How a Fatal Weakness Forced Libra to Capitulate

How a Fatal Weakness Forced Libra to Capitulate

CAPITULATION? U.S. lawmakers grilled Libra board member David Marcus last year. The consortium has overhauled its plans. (Credit: House Financial Services Committee)

Frances Coppola, a CoinDesk columnist, is a freelance writer and speaker on banking, finance and economics. Her book “,” explains how modern money creation and quantitative easing work, and advocates “helicopter money” to help economies out of recession.

Libra was originally advertised as a revolutionary new payments system. By creating a totally new international currency, it would break down national payment barriers and enable the world’s unbanked to participate in the cashless economy, both locally and internationally. But the , released in April 2020, falls far short of this ambition. Instead of bypassing national currencies, it now embraces them. And the international currency, while not absent, has been downgraded to simply a basket of national currencies. Libra seems to have lost its soul.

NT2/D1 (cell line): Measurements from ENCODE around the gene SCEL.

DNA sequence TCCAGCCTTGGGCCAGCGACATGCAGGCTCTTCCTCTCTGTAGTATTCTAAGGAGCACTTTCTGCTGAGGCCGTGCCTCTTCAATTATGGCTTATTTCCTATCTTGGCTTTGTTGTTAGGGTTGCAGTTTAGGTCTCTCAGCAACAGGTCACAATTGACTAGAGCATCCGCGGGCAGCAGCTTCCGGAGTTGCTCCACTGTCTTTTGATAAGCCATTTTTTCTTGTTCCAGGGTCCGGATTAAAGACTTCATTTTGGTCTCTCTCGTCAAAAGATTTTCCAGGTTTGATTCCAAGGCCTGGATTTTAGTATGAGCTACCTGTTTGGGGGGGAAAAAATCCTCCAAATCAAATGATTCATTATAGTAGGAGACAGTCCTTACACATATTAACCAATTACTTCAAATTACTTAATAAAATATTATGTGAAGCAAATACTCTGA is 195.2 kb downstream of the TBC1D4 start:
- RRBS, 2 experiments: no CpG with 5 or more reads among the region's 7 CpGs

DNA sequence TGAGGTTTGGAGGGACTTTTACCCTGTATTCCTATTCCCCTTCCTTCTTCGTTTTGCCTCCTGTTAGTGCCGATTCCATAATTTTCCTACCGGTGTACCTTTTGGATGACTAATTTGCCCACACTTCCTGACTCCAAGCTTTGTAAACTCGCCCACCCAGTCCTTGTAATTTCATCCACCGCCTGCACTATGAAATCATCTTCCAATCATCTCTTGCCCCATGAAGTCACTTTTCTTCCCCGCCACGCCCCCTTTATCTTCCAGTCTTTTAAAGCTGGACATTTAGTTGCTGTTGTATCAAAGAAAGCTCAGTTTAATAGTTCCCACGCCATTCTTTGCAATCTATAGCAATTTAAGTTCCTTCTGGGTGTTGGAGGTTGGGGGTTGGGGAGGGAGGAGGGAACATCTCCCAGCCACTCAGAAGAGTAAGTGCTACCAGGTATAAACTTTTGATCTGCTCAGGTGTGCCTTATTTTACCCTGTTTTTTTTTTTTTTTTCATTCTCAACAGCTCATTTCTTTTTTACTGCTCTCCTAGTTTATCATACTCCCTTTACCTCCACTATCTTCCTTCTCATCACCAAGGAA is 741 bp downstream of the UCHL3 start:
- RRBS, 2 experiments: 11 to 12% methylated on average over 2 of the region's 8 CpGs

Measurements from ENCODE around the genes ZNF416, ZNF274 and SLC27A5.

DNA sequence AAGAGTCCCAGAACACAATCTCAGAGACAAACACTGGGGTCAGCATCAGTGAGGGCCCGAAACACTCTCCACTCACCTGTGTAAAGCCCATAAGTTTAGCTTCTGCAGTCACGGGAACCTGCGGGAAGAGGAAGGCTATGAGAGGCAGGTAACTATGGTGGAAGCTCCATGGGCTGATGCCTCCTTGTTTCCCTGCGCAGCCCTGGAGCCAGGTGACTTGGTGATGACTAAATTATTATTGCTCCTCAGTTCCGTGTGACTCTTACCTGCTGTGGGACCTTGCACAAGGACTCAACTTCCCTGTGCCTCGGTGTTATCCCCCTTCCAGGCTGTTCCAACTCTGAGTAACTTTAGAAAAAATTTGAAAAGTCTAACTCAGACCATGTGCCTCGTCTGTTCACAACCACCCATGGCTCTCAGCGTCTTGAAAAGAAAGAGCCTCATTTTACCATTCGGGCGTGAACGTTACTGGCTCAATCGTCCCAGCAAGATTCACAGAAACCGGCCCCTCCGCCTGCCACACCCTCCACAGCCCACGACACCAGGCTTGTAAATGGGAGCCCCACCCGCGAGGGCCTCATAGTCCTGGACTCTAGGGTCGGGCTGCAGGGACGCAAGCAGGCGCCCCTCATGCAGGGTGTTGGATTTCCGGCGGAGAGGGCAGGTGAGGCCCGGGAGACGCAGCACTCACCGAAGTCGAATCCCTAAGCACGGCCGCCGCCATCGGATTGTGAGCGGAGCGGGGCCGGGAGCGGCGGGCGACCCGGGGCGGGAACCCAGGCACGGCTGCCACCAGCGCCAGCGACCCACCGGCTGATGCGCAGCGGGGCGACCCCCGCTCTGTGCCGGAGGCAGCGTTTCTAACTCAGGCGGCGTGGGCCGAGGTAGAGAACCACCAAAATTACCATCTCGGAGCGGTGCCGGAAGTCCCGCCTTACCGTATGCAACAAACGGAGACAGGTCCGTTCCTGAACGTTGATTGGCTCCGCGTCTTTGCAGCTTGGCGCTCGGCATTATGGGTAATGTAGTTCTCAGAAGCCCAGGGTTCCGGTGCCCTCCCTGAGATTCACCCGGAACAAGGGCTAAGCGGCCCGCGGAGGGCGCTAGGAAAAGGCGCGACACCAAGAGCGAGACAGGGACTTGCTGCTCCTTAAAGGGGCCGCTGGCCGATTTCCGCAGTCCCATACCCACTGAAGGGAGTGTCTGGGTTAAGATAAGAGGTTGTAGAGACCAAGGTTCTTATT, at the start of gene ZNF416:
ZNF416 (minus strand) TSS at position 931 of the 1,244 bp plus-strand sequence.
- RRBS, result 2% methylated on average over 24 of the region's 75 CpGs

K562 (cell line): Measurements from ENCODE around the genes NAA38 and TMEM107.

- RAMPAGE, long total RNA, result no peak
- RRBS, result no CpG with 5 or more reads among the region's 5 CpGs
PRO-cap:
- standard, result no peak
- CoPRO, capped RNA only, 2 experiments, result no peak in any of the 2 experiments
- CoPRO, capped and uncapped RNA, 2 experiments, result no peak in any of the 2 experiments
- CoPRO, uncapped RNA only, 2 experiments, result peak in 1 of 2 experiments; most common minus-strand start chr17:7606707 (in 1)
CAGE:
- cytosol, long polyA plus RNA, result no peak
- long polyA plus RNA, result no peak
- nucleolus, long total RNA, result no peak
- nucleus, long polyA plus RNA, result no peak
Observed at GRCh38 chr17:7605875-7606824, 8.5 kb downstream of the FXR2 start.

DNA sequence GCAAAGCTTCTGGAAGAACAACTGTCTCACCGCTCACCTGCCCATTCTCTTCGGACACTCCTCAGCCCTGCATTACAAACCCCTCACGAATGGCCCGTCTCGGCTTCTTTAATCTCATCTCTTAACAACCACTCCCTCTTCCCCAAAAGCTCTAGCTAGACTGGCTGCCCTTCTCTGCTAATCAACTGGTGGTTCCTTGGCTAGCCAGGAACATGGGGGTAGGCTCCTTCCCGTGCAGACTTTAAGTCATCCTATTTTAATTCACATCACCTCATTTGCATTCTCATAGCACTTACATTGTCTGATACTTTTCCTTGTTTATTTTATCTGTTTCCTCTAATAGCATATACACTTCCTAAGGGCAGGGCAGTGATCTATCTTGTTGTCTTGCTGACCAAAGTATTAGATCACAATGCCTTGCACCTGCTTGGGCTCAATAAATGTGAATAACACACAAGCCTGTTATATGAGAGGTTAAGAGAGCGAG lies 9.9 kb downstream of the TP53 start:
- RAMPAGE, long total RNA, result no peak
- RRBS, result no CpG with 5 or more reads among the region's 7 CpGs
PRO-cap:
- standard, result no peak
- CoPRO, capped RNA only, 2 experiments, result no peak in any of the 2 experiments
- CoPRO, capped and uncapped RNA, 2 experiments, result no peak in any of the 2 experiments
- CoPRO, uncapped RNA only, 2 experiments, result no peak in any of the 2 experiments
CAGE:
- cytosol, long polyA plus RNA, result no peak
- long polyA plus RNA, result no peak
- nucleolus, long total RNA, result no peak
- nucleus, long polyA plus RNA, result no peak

Libra’s capitulation to government reminds me of the Biblical story of the Tower of Babel. A bunch of upstart humans challenged God (aka government) by building something that would, by reaching to heaven, threaten his authority. God had a look at what they were building and decided he didn’t like it. But he didn’t close down the Tower. He made it impossible for the humans to finish building it. Instead of a single language, the humans suddenly found themselves speaking multiple languages. Unable to understand each other anymore, they scattered across the world. 

Minnesota Official Alarms Privacy Advocates With Contact Tracing Comments


US Offers $5M Bounty for Arrest of Venezuela’s Crypto Chief